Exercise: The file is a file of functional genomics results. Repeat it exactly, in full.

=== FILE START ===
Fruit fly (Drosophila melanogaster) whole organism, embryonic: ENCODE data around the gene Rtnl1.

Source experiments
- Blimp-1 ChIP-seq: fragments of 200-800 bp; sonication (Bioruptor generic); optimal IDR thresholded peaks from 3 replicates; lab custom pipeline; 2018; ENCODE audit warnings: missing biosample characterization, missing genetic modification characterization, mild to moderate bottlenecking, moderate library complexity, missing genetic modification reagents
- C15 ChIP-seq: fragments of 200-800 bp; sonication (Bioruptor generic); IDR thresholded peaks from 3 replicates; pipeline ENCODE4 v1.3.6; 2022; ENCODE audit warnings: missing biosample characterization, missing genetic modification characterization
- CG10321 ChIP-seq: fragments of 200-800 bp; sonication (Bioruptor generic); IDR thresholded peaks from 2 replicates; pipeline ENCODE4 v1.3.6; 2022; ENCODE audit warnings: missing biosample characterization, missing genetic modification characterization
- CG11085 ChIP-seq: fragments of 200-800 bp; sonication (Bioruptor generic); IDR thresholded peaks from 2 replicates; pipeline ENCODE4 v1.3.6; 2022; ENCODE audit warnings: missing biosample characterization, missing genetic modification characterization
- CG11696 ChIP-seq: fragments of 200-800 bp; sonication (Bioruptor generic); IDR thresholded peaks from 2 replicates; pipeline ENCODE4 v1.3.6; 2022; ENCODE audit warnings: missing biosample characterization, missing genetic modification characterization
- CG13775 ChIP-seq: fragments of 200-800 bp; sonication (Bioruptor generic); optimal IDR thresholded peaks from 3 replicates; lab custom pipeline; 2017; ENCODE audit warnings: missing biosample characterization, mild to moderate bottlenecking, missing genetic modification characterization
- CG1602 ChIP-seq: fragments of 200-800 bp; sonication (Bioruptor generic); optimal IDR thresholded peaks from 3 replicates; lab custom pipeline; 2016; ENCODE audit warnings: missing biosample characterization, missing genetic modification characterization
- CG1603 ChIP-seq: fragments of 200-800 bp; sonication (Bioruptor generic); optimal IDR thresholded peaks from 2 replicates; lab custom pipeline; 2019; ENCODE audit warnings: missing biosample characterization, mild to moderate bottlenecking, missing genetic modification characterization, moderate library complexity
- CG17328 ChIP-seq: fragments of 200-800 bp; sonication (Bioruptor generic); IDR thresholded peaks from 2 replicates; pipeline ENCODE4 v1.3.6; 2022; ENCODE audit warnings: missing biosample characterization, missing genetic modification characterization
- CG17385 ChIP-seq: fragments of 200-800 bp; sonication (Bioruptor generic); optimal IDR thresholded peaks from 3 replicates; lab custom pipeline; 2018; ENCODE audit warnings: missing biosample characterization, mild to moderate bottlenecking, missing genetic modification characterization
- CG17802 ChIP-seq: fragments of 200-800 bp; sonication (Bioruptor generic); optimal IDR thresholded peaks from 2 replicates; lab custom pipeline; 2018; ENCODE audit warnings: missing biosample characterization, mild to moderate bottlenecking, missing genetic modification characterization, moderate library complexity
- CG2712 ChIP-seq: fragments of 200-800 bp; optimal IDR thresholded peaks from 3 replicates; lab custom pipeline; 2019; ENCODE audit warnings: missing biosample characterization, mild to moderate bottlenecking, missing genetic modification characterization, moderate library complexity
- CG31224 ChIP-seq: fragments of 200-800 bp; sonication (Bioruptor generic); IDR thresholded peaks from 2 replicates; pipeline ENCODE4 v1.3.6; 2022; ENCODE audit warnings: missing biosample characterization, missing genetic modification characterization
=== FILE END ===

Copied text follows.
Fruit fly (Drosophila melanogaster) whole organism, embryonic: ENCODE data around the gene Rtnl1.

Source experiments
- Blimp-1 ChIP-seq: fragments of 200-800 bp; sonication (Bioruptor generic); optimal IDR thresholded peaks from 3 replicates; lab custom pipeline; 2018; ENCODE audit warnings: missing biosample characterization, missing genetic modification characterization, mild to moderate bottlenecking, moderate library complexity, missing genetic modification reagents
- C15 ChIP-seq: fragments of 200-800 bp; sonication (Bioruptor generic); IDR thresholded peaks from 3 replicates; pipeline ENCODE4 v1.3.6; 2022; ENCODE audit warnings: missing biosample characterization, missing genetic modification characterization
- CG10321 ChIP-seq: fragments of 200-800 bp; sonication (Bioruptor generic); IDR thresholded peaks from 2 replicates; pipeline ENCODE4 v1.3.6; 2022; ENCODE audit warnings: missing biosample characterization, missing genetic modification characterization
- CG11085 ChIP-seq: fragments of 200-800 bp; sonication (Bioruptor generic); IDR thresholded peaks from 2 replicates; pipeline ENCODE4 v1.3.6; 2022; ENCODE audit warnings: missing biosample characterization, missing genetic modification characterization
- CG11696 ChIP-seq: fragments of 200-800 bp; sonication (Bioruptor generic); IDR thresholded peaks from 2 replicates; pipeline ENCODE4 v1.3.6; 2022; ENCODE audit warnings: missing biosample characterization, missing genetic modification characterization
- CG13775 ChIP-seq: fragments of 200-800 bp; sonication (Bioruptor generic); optimal IDR thresholded peaks from 3 replicates; lab custom pipeline; 2017; ENCODE audit warnings: missing biosample characterization, mild to moderate bottlenecking, missing genetic modification characterization
- CG1602 ChIP-seq: fragments of 200-800 bp; sonication (Bioruptor generic); optimal IDR thresholded peaks from 3 replicates; lab custom pipeline; 2016; ENCODE audit warnings: missing biosample characterization, missing genetic modification characterization
- CG1603 ChIP-seq: fragments of 200-800 bp; sonication (Bioruptor generic); optimal IDR thresholded peaks from 2 replicates; lab custom pipeline; 2019; ENCODE audit warnings: missing biosample characterization, mild to moderate bottlenecking, missing genetic modification characterization, moderate library complexity
- CG17328 ChIP-seq: fragments of 200-800 bp; sonication (Bioruptor generic); IDR thresholded peaks from 2 replicates; pipeline ENCODE4 v1.3.6; 2022; ENCODE audit warnings: missing biosample characterization, missing genetic modification characterization
- CG17385 ChIP-seq: fragments of 200-800 bp; sonication (Bioruptor generic); optimal IDR thresholded peaks from 3 replicates; lab custom pipeline; 2018; ENCODE audit warnings: missing biosample characterization, mild to moderate bottlenecking, missing genetic modification characterization
- CG17802 ChIP-seq: fragments of 200-800 bp; sonication (Bioruptor generic); optimal IDR thresholded peaks from 2 replicates; lab custom pipeline; 2018; ENCODE audit warnings: missing biosample characterization, mild to moderate bottlenecking, missing genetic modification characterization, moderate library complexity
- CG2712 ChIP-seq: fragments of 200-800 bp; optimal IDR thresholded peaks from 3 replicates; lab custom pipeline; 2019; ENCODE audit warnings: missing biosample characterization, mild to moderate bottlenecking, missing genetic modification characterization, moderate library complexity
- CG31224 ChIP-seq: fragments of 200-800 bp; sonication (Bioruptor generic); IDR thresholded peaks from 2 replicates; pipeline ENCODE4 v1.3.6; 2022; ENCODE audit warnings: missing biosample characterization, missing genetic modification characterization